Conference Coverage

MS looks homogeneous



Clinical characteristics and treatment responses in multiple sclerosis (MS) show unimodal distributions, which suggests that it is a homogeneous condition with lots of variation, rather than a mixture of conditions with different genetic or other causes, according to a new analysis. The work suggests that personalized therapy based on clinical characteristics is likely to be the best approach, rather than precision medicine based on molecular or other subtypes.

Think MS is heterogeneous? Think again

The work drew upon data from 22,000 individuals, 32,000 attacks, 156,000 EDSS scores, 250,000 observation years, and 110,000 treatment years recorded in the Swedish MS registry. The researchers examined distributions in age of onset, severity, and distribution of relapses. Among patients treated with one of 12 disease-modifying therapies, they examined patterns of EDSS progression, appearance of new lesions, and relapses.

Jan Hillert, MD, PhD, is a professor of neurology at Karolinska Institutet. Karolinska Institutet

Dr. Jan Hillert

Regardless of which clinical characteristic of the MS syndrome that I study, I find a uniform distribution with very few if any outliers. That argues that MS is likely to be a homogeneous condition with some variation, but it’s highly unlikely that MS is a mixture of different conditions masquerading as the same thing,” said Jan Hillert, MD, PhD, who presented the study during a poster session at the annual meeting held by the Americas Committee for Treatment and Research in Multiple Sclerosis.

“There are big efforts out there trying to decipher the molecular basis of the MS syndrome, thinking that it’s a mixture of different things. And I would argue that our data very strongly argue against that,” said Dr. Hillert, who is a professor of neurology at Karolinska Institutet in Solna, Sweden.

Specific subtypes should produce individual groupings rather than a broad distribution. “If you have a multitude of factors, then this (finding of a broad distribution) is what you have. If you have a small number of strongly acting factors, like if there were genetic subgroups, then you would have a different distribution. So this is in line with the polygenic, complex nature of MS that we have been thinking about for many, many years, and which the genetics also support,” said Dr. Hillert.

The findings suggest that physicians should be emphasizing personalized treatment of MS based on factors like age, weight, disease activity and severity, disability, side effects, and other factors. “Personalized medicine I embrace, but the concept of precision medicine is naive. It’s not founded on any sound scientific evidence,” said Dr. Hillert.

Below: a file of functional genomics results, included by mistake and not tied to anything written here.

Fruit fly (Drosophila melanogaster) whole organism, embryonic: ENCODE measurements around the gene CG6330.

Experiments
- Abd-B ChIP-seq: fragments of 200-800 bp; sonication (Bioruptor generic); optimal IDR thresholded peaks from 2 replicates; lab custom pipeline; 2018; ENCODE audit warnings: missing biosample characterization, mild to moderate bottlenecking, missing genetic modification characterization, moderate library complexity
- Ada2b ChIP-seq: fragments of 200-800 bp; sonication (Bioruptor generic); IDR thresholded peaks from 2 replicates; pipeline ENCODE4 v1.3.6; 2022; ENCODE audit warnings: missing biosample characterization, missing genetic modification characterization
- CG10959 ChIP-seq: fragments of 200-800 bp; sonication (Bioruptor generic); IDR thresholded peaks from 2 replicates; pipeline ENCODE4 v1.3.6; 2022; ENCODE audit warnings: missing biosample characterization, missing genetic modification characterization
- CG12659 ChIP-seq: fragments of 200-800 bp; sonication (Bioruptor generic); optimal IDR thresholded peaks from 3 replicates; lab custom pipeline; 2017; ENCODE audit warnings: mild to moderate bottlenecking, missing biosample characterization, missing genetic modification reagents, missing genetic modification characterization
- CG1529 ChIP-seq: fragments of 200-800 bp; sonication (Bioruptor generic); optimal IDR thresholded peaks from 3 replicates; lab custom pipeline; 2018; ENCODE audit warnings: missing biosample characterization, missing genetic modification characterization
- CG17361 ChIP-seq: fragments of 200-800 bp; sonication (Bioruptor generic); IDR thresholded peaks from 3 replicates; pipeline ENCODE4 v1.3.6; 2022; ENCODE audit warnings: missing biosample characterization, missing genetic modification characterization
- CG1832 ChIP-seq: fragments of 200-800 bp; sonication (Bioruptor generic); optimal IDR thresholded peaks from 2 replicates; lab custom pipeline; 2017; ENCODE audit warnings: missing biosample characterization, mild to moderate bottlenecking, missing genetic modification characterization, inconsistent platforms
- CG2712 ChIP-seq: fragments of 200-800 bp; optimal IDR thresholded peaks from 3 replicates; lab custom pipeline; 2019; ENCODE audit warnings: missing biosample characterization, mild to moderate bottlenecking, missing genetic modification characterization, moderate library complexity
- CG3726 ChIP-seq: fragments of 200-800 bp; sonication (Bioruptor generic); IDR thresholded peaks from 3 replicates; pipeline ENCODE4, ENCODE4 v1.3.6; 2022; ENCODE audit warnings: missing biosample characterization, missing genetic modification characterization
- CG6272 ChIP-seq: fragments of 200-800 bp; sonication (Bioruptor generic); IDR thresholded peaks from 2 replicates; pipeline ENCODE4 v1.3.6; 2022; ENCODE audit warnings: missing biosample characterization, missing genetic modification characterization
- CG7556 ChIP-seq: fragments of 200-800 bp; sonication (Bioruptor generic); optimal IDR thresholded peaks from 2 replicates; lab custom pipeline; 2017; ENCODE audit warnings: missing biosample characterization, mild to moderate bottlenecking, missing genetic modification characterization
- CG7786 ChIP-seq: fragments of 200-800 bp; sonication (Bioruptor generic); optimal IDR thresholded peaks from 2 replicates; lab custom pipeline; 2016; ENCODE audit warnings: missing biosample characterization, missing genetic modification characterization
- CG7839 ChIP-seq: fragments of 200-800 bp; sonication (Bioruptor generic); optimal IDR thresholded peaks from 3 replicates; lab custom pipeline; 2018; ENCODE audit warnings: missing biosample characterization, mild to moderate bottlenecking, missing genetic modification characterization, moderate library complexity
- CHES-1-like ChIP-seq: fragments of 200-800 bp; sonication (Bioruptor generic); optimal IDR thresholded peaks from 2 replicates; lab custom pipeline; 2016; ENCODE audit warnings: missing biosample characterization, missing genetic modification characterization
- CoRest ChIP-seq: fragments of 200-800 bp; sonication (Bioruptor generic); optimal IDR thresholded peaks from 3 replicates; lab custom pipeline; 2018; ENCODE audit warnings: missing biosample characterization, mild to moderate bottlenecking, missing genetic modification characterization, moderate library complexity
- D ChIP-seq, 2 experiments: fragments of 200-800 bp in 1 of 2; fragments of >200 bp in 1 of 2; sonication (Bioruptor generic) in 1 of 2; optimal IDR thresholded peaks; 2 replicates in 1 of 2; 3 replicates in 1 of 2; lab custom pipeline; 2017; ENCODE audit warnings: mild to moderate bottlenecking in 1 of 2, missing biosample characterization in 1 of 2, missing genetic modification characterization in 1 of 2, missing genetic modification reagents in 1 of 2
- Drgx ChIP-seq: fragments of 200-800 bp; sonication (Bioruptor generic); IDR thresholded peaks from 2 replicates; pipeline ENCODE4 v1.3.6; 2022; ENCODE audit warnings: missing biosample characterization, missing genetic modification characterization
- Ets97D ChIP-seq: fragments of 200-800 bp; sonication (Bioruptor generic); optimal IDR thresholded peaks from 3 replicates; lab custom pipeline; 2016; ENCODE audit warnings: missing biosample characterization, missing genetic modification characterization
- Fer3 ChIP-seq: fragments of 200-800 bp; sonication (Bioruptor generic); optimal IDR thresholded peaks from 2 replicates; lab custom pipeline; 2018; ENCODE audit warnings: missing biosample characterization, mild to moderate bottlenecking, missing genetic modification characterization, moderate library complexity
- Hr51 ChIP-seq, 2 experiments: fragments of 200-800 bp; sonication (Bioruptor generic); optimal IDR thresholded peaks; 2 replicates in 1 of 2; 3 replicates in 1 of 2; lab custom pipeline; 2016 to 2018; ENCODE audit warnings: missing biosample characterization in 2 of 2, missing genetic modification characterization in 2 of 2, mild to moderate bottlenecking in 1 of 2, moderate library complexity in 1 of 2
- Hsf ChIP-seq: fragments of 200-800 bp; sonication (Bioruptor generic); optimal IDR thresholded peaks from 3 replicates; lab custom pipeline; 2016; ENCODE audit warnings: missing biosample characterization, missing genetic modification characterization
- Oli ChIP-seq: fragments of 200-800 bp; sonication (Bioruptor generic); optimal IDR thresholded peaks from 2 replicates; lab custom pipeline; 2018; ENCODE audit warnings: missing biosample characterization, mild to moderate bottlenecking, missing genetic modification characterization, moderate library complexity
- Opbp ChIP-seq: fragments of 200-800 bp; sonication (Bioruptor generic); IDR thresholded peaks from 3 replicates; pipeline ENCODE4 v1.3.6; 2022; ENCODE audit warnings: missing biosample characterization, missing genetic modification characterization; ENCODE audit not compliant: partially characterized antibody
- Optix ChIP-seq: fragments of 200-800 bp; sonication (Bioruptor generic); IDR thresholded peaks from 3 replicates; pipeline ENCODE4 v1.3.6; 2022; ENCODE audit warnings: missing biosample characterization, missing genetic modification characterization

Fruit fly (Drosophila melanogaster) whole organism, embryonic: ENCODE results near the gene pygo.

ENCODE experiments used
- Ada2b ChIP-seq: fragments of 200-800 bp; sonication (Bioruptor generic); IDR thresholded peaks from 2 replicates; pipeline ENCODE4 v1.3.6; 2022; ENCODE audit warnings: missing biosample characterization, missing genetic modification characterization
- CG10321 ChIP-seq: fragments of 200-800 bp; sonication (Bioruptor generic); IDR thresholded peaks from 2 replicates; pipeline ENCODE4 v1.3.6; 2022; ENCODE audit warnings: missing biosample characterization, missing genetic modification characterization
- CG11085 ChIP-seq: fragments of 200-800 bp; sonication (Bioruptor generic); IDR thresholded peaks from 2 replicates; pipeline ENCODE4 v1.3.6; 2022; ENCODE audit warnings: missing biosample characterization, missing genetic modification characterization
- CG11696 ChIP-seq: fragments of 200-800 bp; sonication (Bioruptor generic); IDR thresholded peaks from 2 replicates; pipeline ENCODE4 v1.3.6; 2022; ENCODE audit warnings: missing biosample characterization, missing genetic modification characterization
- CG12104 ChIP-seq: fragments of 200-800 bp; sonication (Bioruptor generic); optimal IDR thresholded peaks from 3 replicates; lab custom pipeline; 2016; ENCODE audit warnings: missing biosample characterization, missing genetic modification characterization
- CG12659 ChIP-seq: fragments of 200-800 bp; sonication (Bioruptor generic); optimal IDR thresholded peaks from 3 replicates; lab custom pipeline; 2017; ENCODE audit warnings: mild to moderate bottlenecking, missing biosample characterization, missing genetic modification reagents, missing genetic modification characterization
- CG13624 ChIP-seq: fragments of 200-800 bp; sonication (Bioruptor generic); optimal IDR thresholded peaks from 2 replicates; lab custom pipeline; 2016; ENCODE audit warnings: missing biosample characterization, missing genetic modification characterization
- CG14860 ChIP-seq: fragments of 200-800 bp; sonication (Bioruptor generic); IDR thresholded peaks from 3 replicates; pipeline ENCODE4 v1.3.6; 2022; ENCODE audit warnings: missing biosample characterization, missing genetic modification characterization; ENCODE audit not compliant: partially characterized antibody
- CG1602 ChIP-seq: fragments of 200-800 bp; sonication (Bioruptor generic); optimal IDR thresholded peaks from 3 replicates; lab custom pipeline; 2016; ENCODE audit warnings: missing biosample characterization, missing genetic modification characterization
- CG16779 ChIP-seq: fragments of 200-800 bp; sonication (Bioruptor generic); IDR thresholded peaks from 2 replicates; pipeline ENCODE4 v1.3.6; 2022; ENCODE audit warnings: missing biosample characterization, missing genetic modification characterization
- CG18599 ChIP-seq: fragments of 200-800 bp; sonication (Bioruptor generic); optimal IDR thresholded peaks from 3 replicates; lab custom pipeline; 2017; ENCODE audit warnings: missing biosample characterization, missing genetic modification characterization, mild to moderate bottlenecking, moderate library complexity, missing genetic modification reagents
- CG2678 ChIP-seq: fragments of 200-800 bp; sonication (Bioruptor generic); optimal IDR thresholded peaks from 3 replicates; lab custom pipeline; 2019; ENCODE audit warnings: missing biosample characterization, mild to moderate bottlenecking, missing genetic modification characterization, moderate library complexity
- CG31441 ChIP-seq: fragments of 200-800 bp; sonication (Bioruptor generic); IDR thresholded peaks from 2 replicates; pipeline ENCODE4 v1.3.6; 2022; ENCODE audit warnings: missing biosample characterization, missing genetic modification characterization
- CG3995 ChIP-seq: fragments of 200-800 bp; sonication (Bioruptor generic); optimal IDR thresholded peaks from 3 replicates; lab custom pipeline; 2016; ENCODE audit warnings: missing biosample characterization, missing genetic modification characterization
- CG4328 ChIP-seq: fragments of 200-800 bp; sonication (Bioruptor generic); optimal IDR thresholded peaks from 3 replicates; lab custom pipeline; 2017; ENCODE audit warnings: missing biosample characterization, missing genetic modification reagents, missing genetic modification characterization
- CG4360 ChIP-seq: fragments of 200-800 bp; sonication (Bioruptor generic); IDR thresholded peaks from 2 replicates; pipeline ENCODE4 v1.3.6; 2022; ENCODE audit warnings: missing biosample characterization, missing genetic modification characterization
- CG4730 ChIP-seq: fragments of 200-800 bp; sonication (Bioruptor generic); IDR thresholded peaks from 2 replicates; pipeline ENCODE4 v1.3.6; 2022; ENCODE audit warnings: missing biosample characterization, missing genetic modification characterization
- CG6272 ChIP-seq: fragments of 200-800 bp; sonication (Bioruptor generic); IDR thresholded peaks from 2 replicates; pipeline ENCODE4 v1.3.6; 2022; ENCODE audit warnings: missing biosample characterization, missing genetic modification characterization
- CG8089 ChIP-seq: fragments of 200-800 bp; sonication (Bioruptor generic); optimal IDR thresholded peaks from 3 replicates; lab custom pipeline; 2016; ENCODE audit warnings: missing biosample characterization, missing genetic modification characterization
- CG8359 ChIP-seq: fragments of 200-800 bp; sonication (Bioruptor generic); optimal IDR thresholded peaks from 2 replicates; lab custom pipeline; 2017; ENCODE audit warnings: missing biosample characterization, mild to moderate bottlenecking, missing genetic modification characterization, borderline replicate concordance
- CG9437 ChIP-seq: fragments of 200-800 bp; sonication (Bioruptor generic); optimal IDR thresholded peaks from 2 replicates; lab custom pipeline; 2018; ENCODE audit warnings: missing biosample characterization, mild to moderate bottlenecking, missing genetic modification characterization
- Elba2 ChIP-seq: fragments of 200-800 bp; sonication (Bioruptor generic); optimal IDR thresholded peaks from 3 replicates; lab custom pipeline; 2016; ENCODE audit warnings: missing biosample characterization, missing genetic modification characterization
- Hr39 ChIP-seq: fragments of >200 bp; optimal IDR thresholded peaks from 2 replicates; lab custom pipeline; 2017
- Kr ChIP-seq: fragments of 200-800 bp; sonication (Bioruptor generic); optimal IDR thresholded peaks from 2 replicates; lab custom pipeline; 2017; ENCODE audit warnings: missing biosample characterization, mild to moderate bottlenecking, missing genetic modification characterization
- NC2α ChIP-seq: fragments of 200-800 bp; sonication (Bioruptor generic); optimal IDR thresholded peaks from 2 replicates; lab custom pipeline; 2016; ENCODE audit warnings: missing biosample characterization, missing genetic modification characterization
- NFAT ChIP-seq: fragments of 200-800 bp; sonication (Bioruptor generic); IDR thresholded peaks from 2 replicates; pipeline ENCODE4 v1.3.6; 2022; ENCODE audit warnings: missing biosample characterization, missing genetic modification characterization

An evolving definition

The conclusion is compelling, according to Patricia Coyle, MD, who was asked to comment on the study. “I have not seen this sort of analysis before. I think it doesn’t absolutely prove the case in talking about very small numbers, but it does make a very logical argument. This is not showing any meaningful large subgroups that you can call out,” said Dr. Coyle, who is a professor of neurology and director of the MS Comprehensive Care Center at Stonybrook Neurosciences Institute in New York.

Dr. Patricia Coyle, director of the MS Comprehensive Care Center at Stony Brook (N.Y.) University Medical Center

Dr. Patricia Coyle

“I think that it’s interesting, because we have routinely said we think this is heterogeneous, because no two patients are alike. But this is speaking against meaningful heterogeneity in MS. When you look at these sorts of statistical results, this is what you’d expect in a normal population, not in a disease where you might say, genetically, or molecularly, you could define significant subsets of individuals,” said Dr. Coyle.

The study isn’t the last word. “You would probably like to see some follow-up data, perhaps in other very large databases to make it more convincing, but I think you’re not hearing as many people talk about MS heterogeneity anymore. We know there’s a focal inflammatory component, we know there’s a neurodegenerative component. Both are present in all MS. People are even arguing that maybe it’s not meaningful to call out progressive and relapsing MS. I don’t agree with that, but I think the concept that there are meaningful subsets of patients is probably incorrect. [The idea that] one set is due to perhaps an infection, another might be molecular mimicry. ... Maybe that’s not the case at all,” said Dr. Coyle.

For example, some companies are looking into whether B cell depletion treatments might be more effective for one set of patients versus another. “The issue is, can you dissect out subsets where hitting B cells is really good and others where it doesn’t seem to matter? That really hasn’t [been successful],” said Dr. Coyle.

Dr. Hillert has served on scientific advisor boards for or received speaker’s fees from Biogen, Bristol Myers Squibb/Celgene, Janssen, Novartis, Teva, Merck KGaA, Sandoz, and Sanofi Genzyme. He has received research support from Biogen, Bristol Myers Squibb/Celgene, Merck, Janssen, Novartis, Roche, and Sanofi-Genzyme. Dr. Coyle has consulted for or received speaker fees from Accordant, Biogen, Bristol Myers Squibb, GlaxoSmithKline, Horizon Therapeutics, LabCorp, Eli Lilly and Company, Mylan, Novartis, Sanofi Genzyme, TG Therapeutics. She has received research support from Actelion, Alkermes, Celgene, CorEvitas, Genentech/Roche, Janssen, MedDay, NINDS, Novartis, and Sanofi Genzyme.

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